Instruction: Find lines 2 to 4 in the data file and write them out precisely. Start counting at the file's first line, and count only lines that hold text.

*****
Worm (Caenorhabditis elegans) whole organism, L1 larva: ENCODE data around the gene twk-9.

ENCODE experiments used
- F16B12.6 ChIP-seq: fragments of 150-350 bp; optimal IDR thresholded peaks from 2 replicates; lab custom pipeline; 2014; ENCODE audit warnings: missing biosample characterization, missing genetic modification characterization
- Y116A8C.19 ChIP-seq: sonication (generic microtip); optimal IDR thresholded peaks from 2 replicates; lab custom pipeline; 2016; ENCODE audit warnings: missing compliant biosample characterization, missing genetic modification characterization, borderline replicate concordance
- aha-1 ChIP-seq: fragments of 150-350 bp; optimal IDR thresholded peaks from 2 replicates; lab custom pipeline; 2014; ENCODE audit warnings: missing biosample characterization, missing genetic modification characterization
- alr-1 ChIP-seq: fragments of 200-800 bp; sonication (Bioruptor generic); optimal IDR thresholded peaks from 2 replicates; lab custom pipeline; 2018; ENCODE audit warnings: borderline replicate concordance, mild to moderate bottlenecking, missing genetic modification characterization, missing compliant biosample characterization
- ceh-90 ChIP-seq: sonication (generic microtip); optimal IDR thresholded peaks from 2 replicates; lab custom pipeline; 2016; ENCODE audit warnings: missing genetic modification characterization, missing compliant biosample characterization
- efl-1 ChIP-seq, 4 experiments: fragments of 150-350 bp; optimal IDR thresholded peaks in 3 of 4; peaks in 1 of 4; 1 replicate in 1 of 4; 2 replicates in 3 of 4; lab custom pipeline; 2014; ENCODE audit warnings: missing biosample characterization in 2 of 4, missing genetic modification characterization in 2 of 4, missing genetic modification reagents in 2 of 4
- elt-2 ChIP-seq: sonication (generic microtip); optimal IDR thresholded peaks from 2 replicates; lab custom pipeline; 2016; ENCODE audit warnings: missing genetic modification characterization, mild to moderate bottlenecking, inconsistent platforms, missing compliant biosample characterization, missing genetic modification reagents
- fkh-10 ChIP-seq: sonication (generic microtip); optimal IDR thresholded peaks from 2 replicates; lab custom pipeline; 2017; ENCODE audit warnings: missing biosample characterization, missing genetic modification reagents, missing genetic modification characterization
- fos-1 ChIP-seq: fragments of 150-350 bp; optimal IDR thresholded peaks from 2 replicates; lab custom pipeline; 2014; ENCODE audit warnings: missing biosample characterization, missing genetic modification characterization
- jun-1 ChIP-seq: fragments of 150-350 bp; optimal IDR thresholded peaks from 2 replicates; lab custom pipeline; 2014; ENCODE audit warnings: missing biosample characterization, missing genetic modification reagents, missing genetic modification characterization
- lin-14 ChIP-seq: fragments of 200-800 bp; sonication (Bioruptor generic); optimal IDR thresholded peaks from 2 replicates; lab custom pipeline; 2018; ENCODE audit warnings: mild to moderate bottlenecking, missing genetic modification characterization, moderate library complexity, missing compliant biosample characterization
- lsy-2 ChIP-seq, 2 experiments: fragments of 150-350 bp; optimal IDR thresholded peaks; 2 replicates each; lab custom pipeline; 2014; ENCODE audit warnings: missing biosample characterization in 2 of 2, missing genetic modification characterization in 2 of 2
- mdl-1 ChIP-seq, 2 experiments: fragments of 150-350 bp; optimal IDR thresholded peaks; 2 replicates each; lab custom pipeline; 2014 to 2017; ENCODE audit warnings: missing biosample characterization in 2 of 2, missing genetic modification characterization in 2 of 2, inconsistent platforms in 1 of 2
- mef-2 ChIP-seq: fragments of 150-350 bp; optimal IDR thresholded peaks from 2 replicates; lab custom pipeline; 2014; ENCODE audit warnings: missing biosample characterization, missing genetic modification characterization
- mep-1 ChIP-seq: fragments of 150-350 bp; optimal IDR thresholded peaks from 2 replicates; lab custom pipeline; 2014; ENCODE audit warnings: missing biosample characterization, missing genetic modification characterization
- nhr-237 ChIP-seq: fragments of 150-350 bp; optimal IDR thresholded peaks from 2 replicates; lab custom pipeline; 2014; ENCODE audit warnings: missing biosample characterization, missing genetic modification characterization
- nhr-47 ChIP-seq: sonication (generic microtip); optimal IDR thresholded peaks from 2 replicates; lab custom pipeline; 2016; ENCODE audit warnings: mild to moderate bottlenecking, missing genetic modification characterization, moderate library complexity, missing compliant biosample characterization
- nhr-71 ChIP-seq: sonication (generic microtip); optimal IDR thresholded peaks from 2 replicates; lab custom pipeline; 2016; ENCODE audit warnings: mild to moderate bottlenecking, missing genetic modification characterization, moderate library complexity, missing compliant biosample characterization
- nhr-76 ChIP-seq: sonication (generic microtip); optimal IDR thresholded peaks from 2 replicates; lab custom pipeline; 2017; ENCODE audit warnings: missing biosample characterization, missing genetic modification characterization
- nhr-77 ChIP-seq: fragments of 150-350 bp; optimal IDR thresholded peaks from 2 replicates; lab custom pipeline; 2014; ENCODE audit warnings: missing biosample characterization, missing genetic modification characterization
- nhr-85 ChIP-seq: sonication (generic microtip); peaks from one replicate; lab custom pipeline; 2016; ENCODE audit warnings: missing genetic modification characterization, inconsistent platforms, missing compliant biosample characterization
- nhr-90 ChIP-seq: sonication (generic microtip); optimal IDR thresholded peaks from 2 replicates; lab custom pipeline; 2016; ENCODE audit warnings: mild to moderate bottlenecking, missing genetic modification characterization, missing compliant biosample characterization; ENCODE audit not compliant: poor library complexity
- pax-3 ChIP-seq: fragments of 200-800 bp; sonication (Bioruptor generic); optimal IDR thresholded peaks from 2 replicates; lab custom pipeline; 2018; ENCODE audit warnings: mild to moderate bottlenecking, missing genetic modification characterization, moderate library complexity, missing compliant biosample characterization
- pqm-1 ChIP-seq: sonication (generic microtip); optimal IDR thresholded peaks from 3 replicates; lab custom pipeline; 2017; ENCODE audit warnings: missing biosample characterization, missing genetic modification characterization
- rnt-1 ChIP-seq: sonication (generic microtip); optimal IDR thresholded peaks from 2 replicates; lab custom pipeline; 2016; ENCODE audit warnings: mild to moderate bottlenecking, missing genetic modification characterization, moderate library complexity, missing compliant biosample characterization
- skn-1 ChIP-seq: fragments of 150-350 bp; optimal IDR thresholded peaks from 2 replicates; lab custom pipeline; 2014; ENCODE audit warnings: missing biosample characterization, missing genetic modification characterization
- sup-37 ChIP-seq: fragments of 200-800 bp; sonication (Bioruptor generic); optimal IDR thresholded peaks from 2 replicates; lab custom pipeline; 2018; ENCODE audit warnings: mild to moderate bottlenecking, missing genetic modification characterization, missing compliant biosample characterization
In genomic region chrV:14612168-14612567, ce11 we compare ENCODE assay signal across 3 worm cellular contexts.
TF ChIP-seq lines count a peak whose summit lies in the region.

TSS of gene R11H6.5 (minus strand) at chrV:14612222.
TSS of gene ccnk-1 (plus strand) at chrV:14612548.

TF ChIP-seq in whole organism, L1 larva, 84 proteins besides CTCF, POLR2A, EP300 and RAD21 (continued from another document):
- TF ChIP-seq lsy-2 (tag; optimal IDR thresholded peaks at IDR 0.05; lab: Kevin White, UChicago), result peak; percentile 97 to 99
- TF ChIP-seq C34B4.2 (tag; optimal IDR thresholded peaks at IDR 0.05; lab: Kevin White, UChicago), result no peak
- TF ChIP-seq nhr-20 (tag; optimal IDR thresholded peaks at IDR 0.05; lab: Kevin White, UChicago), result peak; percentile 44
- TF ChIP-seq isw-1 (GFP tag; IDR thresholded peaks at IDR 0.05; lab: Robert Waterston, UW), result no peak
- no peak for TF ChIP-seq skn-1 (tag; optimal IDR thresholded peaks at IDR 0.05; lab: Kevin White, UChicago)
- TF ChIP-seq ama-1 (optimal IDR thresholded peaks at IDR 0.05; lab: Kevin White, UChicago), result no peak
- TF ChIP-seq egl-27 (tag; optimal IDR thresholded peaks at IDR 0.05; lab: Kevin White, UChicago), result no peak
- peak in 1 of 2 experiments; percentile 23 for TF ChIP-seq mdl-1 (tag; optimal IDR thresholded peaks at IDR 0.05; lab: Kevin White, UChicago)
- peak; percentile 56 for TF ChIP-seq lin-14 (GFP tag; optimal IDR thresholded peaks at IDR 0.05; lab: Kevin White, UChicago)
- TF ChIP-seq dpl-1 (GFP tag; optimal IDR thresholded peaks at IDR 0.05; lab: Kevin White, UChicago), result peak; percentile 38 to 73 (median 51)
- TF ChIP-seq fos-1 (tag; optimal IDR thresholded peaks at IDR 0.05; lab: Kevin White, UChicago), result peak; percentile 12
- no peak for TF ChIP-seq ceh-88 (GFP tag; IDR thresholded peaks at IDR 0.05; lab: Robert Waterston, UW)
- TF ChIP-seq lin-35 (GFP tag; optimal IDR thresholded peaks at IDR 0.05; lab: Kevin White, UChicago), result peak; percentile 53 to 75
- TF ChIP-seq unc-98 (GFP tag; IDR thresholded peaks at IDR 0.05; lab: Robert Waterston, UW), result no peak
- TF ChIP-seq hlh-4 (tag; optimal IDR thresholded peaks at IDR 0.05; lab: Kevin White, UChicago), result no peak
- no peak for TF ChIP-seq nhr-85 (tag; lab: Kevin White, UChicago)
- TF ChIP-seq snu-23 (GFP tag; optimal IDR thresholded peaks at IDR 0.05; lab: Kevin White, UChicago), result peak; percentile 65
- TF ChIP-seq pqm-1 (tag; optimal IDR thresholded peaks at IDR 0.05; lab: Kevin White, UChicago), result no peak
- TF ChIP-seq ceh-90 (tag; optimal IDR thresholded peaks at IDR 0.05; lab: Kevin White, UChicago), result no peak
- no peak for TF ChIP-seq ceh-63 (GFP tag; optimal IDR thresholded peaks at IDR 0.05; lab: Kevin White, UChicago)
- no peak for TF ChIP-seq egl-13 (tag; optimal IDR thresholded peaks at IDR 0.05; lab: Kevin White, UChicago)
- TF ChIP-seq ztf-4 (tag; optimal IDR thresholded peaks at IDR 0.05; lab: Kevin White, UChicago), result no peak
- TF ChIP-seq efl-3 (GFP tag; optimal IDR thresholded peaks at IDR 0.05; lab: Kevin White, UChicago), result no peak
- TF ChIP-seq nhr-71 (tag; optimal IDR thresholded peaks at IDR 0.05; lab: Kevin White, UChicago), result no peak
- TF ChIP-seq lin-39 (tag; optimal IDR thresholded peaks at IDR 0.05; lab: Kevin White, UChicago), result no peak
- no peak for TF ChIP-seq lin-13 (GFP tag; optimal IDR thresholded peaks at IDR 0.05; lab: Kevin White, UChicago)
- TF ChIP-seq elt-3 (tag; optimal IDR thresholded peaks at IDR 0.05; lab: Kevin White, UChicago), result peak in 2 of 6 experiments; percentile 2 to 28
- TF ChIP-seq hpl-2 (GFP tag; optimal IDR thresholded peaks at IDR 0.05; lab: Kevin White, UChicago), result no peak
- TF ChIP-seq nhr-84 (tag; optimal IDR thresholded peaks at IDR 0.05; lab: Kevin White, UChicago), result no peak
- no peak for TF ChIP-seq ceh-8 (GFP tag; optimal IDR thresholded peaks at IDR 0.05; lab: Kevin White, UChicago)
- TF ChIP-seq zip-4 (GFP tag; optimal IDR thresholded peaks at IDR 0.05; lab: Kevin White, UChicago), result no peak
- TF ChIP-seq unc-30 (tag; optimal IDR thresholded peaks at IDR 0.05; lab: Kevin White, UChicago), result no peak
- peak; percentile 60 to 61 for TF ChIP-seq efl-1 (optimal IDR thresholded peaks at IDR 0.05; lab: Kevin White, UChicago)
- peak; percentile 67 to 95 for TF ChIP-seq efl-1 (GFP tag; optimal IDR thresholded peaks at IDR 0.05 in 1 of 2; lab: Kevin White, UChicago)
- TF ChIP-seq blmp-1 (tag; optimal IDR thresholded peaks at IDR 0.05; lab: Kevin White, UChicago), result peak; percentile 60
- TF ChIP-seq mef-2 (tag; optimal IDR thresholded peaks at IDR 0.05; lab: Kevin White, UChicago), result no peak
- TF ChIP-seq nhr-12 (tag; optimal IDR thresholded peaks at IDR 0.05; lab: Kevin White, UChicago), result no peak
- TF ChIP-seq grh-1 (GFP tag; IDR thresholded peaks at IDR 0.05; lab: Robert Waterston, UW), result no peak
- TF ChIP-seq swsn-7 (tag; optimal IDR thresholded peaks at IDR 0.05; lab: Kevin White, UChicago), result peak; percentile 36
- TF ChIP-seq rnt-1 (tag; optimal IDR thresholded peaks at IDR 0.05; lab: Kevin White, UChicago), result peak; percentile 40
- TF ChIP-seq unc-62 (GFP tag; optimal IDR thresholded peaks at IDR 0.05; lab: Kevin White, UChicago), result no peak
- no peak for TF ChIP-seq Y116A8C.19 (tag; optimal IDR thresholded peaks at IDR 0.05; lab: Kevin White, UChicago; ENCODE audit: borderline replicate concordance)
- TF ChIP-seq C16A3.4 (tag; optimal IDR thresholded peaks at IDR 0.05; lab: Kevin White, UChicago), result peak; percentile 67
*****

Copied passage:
ENCODE experiments used
- F16B12.6 ChIP-seq: fragments of 150-350 bp; optimal IDR thresholded peaks from 2 replicates; lab custom pipeline; 2014; ENCODE audit warnings: missing biosample characterization, missing genetic modification characterization
- Y116A8C.19 ChIP-seq: sonication (generic microtip); optimal IDR thresholded peaks from 2 replicates; lab custom pipeline; 2016; ENCODE audit warnings: missing compliant biosample characterization, missing genetic modification characterization, borderline replicate concordance